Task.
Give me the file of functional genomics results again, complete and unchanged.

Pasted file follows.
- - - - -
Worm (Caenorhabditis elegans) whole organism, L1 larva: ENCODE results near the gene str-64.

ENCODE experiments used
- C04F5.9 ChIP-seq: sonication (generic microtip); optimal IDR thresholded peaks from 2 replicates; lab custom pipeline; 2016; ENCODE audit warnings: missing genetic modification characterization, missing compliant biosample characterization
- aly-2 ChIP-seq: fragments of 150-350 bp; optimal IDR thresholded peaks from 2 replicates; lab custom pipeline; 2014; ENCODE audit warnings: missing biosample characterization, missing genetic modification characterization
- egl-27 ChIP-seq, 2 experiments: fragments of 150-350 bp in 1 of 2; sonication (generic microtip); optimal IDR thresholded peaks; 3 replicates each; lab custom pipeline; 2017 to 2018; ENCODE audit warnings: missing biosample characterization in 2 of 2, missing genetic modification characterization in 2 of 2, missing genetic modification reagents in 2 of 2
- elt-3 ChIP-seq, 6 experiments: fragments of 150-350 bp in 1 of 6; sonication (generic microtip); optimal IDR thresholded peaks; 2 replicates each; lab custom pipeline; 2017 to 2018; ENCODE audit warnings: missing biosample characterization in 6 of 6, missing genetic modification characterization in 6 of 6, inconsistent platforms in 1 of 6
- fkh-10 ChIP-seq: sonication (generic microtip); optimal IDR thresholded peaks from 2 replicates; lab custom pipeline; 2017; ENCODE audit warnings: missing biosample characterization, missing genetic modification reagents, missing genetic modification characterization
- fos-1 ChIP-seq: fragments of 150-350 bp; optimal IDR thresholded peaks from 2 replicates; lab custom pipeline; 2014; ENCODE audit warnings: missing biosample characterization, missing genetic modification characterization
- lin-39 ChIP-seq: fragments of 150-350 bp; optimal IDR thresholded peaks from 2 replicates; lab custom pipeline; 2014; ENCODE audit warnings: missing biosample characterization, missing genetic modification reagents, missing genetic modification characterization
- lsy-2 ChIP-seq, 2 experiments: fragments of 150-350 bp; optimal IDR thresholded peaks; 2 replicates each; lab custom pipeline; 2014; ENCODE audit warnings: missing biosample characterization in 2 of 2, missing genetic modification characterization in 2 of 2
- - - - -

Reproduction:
Worm (Caenorhabditis elegans) whole organism, L1 larva: ENCODE results near the gene str-64.

ENCODE experiments used
- C04F5.9 ChIP-seq: sonication (generic microtip); optimal IDR thresholded peaks from 2 replicates; lab custom pipeline; 2016; ENCODE audit warnings: missing genetic modification characterization, missing compliant biosample characterization
- aly-2 ChIP-seq: fragments of 150-350 bp; optimal IDR thresholded peaks from 2 replicates; lab custom pipeline; 2014; ENCODE audit warnings: missing biosample characterization, missing genetic modification characterization
- egl-27 ChIP-seq, 2 experiments: fragments of 150-350 bp in 1 of 2; sonication (generic microtip); optimal IDR thresholded peaks; 3 replicates each; lab custom pipeline; 2017 to 2018; ENCODE audit warnings: missing biosample characterization in 2 of 2, missing genetic modification characterization in 2 of 2, missing genetic modification reagents in 2 of 2
- elt-3 ChIP-seq, 6 experiments: fragments of 150-350 bp in 1 of 6; sonication (generic microtip); optimal IDR thresholded peaks; 2 replicates each; lab custom pipeline; 2017 to 2018; ENCODE audit warnings: missing biosample characterization in 6 of 6, missing genetic modification characterization in 6 of 6, inconsistent platforms in 1 of 6
- fkh-10 ChIP-seq: sonication (generic microtip); optimal IDR thresholded peaks from 2 replicates; lab custom pipeline; 2017; ENCODE audit warnings: missing biosample characterization, missing genetic modification reagents, missing genetic modification characterization
- fos-1 ChIP-seq: fragments of 150-350 bp; optimal IDR thresholded peaks from 2 replicates; lab custom pipeline; 2014; ENCODE audit warnings: missing biosample characterization, missing genetic modification characterization
- lin-39 ChIP-seq: fragments of 150-350 bp; optimal IDR thresholded peaks from 2 replicates; lab custom pipeline; 2014; ENCODE audit warnings: missing biosample characterization, missing genetic modification reagents, missing genetic modification characterization
- lsy-2 ChIP-seq, 2 experiments: fragments of 150-350 bp; optimal IDR thresholded peaks; 2 replicates each; lab custom pipeline; 2014; ENCODE audit warnings: missing biosample characterization in 2 of 2, missing genetic modification characterization in 2 of 2